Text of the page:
Part of our firm’s practices is representing people who suffer injuries as
bicycle riders. We see a large number of preventable accidents in these cases. Unfortunately,
many people make tragic mistakes because they don’t understand the
rights and responsibilities of bike riders and drivers. Here are a few
Bicycle riders using a road must ride on or outside the white lane at the
edge of the road. Actually, the area on or outside the white lane isn’t considered
part of the roadway at all. This area is actually the shoulder. Bike riders
are required to ride as close to the right side of the road as practical
(more on that below), but they aren’t required to ride on the white
line or the shoulder itself.
Many bike riders will use the shoulder when it’s wide enough. However,
on many roads the shoulder is too narrow to be used safely. Other shoulders
are unfit for use because they contain ruts, holes, or debris, or because
they slope down too sharply. It would be dangerous for people on bikes
to try to ride on those types of shoulders, and our traffic rules don’t
require them to try.
Bicycles must always stick to the right side of the road. It’s true that bike riders are required to stay to the right as much
as is practical. What many people don’t realize is that this general rule is subject
to a large number of exceptions. Bike riders may use other parts of the
road for many reasons, such as when they are making a left turn, overtaking
another bike, or using a one-way street.
Perhaps the most critical exception is that bikes don’t need to hug
the right side “when reasonably necessary to avoid any condition.”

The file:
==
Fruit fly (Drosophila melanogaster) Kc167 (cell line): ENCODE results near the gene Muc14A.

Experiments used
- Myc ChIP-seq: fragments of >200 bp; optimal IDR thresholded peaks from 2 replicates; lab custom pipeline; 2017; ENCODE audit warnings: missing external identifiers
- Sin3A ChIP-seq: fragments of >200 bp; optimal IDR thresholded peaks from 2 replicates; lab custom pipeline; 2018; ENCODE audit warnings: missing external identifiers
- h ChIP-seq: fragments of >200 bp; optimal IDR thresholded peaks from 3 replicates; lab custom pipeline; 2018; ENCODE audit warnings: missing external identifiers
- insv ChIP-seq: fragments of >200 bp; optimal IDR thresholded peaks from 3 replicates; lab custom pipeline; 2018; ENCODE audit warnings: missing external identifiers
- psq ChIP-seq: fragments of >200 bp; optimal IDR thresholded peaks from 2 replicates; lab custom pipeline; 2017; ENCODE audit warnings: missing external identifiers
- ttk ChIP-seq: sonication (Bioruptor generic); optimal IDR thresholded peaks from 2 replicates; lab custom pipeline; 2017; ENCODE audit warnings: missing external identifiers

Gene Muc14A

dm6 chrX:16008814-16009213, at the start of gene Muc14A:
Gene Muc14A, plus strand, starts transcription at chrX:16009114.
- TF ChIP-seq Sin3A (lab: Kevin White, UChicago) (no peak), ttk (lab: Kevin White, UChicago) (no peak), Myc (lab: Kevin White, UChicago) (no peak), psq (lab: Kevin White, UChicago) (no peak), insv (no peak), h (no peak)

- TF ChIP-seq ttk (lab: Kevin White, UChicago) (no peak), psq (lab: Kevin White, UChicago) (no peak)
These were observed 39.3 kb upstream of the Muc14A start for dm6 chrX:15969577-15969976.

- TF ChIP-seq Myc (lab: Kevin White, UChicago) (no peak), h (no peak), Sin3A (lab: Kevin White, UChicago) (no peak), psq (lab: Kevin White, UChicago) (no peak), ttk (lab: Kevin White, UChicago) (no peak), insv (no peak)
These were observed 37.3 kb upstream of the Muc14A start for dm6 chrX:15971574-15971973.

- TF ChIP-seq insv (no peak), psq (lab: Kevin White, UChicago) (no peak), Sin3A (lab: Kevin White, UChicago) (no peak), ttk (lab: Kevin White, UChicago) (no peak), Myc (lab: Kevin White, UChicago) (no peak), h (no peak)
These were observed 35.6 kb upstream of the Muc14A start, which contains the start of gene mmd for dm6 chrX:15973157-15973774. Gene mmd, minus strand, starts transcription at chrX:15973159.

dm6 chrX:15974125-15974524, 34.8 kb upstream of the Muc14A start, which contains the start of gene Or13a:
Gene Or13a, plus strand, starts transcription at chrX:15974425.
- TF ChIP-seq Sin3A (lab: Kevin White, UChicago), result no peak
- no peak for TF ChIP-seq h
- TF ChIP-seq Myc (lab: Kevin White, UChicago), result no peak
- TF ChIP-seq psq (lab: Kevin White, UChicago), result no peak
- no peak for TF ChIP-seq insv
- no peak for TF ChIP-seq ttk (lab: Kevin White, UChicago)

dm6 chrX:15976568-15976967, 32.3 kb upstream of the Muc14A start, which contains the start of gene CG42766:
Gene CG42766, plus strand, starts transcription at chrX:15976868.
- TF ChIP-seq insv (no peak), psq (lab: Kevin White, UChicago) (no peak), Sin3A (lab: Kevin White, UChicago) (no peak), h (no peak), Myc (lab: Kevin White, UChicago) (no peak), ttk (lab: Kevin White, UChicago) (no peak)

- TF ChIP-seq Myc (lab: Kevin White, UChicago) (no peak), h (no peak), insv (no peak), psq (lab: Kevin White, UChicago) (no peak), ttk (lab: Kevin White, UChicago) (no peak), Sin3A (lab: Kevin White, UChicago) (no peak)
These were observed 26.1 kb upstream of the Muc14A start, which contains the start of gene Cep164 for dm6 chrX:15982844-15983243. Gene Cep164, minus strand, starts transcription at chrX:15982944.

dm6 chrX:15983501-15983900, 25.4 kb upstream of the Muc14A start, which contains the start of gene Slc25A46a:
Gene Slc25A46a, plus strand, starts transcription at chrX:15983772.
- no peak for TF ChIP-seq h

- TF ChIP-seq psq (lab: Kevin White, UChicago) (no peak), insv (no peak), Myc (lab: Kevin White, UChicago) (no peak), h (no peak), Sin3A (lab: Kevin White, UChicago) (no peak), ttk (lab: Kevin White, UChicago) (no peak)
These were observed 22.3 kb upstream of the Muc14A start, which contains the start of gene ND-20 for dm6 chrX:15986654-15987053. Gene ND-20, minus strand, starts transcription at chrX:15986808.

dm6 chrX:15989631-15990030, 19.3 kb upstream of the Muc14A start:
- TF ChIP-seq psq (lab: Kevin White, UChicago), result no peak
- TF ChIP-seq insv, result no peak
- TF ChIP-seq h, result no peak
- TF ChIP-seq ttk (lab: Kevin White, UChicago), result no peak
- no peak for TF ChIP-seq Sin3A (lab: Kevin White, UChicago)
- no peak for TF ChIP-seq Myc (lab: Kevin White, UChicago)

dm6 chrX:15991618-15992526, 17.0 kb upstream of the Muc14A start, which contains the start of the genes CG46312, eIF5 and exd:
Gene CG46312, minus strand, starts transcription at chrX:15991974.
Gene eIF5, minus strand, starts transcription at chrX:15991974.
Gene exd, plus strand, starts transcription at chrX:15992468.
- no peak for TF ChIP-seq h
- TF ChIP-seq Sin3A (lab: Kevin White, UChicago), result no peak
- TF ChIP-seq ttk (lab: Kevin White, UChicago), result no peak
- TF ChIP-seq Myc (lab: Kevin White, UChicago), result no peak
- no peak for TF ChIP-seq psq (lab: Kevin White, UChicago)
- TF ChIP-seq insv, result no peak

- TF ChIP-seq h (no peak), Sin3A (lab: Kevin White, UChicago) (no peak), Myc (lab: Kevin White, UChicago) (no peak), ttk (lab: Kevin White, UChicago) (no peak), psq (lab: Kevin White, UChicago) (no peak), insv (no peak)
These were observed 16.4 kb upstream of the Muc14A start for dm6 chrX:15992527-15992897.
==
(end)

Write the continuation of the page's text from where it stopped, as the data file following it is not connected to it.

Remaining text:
Under the law, “condition” can mean many things, including
surface hazards such as broken glass, sand, or debris; animals (either
alive or road kill); parked or moving vehicles; or fixed or moving objects.
There are a lot of conditions on Florida’s roads, and bikes can
be forced into the road by surface hazards motorists don’t even see.
Bikes also don’t have to stay to the right when they are in a “sub-standard
width lane.” A sub-standard width lane is any lane which is too
narrow for a bike and another vehicle to travel safely side-by-side. In
other words, when the road’s too narrow, a bicyclist isn’t
required to move to the right and allow a car to try and make a tight
pass. Motorists are supposed to give bikes three feet of clearance when
passing. If that’s not possible, a person on a bike isn’t
required to put themselves in danger of being clipped to accommodate a motorist.
Bicycle riders don’t have to follow traffic laws. Motorists aren’t the only ones who don’t understand or follow
the rules. Some people on bikes run stop signs, or cross intersections
against red lights. Others ride at night without lights on their bikes.
Bikes aren’t immune from traffic rules, and these types of violations
can get you a ticket just as surely as things you do in a car.
Ultimately, motorists need to change their thinking about bikes. Bikes
aren’t annoyances which interfere with traffic. They
are traffic. For their part, people on bikes need to understand that the privilege
of being in traffic carries the responsibility to follow traffic rules.
In the long run, everyone needs to do their part to make our roads safer.
If you or someone you love has been injured in a preventable traffic crash,
contact Roman & Gaynor to discuss your rights and what we can do to help.